To be a rental property investor, you need to be able to equip yourself with the necessary information to make that first single-family rental home a success. By making time to become acquainted with the basics of rental property investing before entering the Shepherd Park market, an investor can gain a significant footing. By learning about the five key things that rental property investors need to know, you can quickly get yourself on the path to property investing success.
1. Plan Ahead
Investing in Shepherd Park rental properties necessitates a great deal of up-front planning. Heading into the real estate market without a precise sense of what your intentions are and which actions you need to exercise to get there is a sure route towards being ineffective and pointlessness. Lay out your purposes by writing down your objectives, which should include a long-term investment plan.
Case in point, you could ask yourself questions such as: Are you more concerned about long-term appreciation or cash flow? Are you planning to occupy the property at any point, or is it purely an investment? If your goal is to generate $5,000 a month in retirement income, you’ll need a clear strategy and a multi-year plan to get you there.
You will also need a specific strategy to generate the funding you need for ongoing expenses. Other than the down payment and closing costs, there are operating expenses, property taxes, insurance, and other costs that must be paid each month.
While the plan is to structure your rental property so that your rental income covers both your mortgage payment and these costs, that may not always be the case. Certain months may see a negative cash flow due to vacancy, large repairs, or other unexpected expenses. One way to prepare for the unexpected is to set aside a percentage of each month’s rental income into a separate “contingency fund” account. That way, you’ll never be caught without cash on hand in a difficult situation.
2. Understand Risk vs Return
In the rental real estate market, there is a connection between risk and return. Investing in real estate is a moderately low-risk option for investors. Nevertheless, there are risks associated, and typically, the highest returns simply come with the highest risk. As a rule, rental homes in less fancy neighborhoods offer the highest potential yield but are also riskier because of the inherent volatility of such areas. More upscale neighborhoods, though, may not have that volatile nature but will be a much higher up-front investment and will cater to a much smaller percentage of renters. Determining where your investment comfort zone is in advance can help make your hunt for property much quicker and more effective.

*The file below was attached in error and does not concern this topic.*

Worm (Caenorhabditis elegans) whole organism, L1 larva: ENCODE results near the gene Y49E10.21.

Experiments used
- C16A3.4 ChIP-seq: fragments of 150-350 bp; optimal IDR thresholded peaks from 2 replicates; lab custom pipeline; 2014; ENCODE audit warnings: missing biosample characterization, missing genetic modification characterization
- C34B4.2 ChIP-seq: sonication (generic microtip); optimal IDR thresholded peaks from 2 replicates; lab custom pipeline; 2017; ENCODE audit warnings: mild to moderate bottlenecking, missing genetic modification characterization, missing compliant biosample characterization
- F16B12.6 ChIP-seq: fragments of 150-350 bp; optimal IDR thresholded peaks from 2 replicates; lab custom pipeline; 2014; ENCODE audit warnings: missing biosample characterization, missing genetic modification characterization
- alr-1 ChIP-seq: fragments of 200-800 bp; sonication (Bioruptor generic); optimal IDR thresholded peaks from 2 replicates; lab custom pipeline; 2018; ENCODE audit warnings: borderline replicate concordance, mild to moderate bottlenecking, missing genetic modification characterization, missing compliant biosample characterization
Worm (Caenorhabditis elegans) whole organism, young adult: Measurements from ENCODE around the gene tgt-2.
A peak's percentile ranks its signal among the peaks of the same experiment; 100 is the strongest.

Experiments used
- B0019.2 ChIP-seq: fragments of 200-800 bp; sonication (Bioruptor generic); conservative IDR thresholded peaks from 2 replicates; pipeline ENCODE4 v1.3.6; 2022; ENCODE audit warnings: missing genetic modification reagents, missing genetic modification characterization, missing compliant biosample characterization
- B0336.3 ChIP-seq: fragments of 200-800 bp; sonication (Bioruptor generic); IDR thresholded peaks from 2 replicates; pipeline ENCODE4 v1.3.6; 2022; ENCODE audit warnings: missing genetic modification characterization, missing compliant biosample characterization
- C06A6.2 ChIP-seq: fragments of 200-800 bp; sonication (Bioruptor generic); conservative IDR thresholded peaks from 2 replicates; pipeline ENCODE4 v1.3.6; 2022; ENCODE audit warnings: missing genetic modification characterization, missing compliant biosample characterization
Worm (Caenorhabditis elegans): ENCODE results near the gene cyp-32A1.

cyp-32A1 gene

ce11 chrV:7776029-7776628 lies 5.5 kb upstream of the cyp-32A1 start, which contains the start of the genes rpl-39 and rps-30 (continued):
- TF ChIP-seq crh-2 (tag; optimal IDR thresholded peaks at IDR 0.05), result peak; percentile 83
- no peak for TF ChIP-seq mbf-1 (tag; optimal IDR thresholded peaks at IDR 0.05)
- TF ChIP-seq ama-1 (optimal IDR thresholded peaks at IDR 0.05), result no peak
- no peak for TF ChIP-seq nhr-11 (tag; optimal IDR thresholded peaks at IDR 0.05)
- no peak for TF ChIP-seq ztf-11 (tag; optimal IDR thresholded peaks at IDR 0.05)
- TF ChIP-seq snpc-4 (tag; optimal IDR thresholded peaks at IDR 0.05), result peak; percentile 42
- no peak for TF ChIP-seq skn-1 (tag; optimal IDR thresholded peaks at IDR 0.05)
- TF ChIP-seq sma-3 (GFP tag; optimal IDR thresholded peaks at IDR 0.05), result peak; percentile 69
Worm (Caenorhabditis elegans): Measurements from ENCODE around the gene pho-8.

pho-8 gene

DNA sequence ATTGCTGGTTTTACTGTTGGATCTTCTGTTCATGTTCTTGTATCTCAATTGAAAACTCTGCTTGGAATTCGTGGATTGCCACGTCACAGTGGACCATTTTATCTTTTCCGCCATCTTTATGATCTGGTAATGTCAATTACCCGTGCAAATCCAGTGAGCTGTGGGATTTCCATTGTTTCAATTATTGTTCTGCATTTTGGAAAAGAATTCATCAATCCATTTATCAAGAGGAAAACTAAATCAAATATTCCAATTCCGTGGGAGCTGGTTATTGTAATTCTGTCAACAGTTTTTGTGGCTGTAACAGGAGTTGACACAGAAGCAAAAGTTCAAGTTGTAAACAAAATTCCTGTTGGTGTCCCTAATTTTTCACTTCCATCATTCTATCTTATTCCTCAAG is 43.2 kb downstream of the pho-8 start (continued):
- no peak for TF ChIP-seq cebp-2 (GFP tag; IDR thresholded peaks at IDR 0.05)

3. Know Your Renter Demographic
Along with property type, you will have to make a decision concerning who will be your target renter. It is common sense that not all rental homes will appeal to all renters. For instance, Millennials and young professionals favor preferences and values different from what other kinds of renters like. Try to look at prospective rental properties through a renter’s eyes and see whether you can discover to which set of tenants it might appeal to most. Once you know who the renters are in your market, you can shop for a property with their needs in mind.
4. Organize Your Business
Investing in rental properties is a business. Separating your investing from your personal life is an important part of making sure you have the systems you need in place for long-term success. For example, at a minimum, investors should have a separate bank account for their rental property business, as well as a money management app or software to help them keep track of it.
Make certain that you categorize your expenses, especially if you have more than one rental home: you’ll need individual income and expense numbers complete for each property as soon as tax time rolls around. Documents, invoices, and other paperwork should be organized into folders, either digital or on hard copy. This can make finding information much less of a headache.
When planning your business, envision that you are the CEO. That means that you’ll need to have a system in place to delegate time-consuming tasks to a team of trusted professionals. A property manager, real estate agent, and a lender are essential. Most investors also have a lawyer and a trusted contractor or two on their team as well.
5. Adjust Your Outlook
Perhaps the key concept when studying real estate investing is that it is a race, not a short-term dash to the end. The profits will grow, but only if you remain hardworking in the long run. Not every month will feel like a triumph, but with patience, information, and a solid strategy, you can weather any market fluctuations and come out ahead in the end.
While nothing can help a rental property investor more than experience and information, having the right support could be a game-changer from day one. At Real Property Management Washington DC, we help investors negotiate the challenging terrain of Shepherd Park property management. Our systems and innovative approach to property management ensure that once an investor has taken the first steps into rental property investing, the many years of ownership to come are as smooth and profitable as possible. Contact us or call us at 202-813-9993 for more information.
We are pledged to the letter and spirit of U.S. policy for the achievement of equal housing opportunity throughout the Nation. See Equal Housing Opportunity Statement for more information.